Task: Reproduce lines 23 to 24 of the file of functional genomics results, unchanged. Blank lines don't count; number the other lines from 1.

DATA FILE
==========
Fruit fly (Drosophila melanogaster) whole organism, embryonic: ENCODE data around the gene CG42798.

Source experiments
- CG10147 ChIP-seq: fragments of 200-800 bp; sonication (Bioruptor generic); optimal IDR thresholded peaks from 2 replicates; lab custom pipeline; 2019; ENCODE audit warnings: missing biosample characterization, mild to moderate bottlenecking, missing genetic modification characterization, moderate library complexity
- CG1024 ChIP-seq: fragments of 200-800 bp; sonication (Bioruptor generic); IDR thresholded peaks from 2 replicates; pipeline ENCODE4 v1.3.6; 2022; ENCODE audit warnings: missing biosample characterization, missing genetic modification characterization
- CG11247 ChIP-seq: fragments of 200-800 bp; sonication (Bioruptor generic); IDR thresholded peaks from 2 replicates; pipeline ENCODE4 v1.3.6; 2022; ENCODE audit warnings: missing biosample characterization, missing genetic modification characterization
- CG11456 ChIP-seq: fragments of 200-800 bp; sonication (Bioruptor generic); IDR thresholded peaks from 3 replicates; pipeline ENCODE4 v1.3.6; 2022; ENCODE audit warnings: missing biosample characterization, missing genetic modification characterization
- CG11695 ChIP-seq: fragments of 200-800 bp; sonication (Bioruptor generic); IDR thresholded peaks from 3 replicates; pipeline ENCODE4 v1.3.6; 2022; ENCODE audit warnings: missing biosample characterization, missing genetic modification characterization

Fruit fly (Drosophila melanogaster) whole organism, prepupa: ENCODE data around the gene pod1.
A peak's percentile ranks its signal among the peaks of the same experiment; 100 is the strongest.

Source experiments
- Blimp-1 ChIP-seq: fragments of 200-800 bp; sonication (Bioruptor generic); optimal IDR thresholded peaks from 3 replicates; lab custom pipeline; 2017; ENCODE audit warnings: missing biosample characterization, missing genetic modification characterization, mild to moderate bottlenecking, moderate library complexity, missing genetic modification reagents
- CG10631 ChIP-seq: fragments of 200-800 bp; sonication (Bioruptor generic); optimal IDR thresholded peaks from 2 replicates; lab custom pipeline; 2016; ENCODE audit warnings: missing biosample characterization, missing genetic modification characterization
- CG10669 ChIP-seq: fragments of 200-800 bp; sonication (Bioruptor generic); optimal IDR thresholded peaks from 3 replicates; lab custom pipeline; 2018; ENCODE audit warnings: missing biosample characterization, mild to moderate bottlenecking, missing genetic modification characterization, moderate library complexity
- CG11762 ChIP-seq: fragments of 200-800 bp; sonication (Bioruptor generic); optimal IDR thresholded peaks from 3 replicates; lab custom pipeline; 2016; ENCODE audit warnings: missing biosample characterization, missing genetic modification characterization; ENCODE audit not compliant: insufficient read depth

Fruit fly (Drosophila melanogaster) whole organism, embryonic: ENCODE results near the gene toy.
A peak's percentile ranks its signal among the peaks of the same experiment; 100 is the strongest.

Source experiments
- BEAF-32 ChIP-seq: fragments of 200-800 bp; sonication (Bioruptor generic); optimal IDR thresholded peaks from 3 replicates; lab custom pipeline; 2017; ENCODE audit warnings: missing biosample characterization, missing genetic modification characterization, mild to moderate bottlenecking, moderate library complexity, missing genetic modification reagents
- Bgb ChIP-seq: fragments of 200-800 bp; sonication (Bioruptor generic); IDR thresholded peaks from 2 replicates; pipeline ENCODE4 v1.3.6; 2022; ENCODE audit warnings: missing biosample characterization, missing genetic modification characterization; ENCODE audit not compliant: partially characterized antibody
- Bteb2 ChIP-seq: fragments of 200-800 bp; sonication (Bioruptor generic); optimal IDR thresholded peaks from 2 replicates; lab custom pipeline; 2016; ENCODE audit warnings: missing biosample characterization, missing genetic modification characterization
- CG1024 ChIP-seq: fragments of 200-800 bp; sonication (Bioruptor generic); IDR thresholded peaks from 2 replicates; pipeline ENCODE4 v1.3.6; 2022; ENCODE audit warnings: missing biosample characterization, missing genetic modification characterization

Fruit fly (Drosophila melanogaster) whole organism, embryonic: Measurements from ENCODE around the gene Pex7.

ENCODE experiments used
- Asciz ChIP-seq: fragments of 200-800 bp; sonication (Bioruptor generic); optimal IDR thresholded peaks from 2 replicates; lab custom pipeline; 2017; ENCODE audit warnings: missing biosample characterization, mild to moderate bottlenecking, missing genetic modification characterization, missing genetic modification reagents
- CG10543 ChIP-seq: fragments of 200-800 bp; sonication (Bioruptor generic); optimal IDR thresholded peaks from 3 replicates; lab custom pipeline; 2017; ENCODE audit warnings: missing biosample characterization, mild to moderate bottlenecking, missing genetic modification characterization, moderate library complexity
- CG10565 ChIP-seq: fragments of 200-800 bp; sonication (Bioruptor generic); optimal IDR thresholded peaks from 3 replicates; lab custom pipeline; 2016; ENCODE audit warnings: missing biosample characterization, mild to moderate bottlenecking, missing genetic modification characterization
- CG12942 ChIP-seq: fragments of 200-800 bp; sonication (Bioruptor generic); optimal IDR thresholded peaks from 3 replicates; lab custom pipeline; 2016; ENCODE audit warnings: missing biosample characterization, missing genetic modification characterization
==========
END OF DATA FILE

ENCODE experiments used
- Asciz ChIP-seq: fragments of 200-800 bp; sonication (Bioruptor generic); optimal IDR thresholded peaks from 2 replicates; lab custom pipeline; 2017; ENCODE audit warnings: missing biosample characterization, mild to moderate bottlenecking, missing genetic modification characterization, missing genetic modification reagents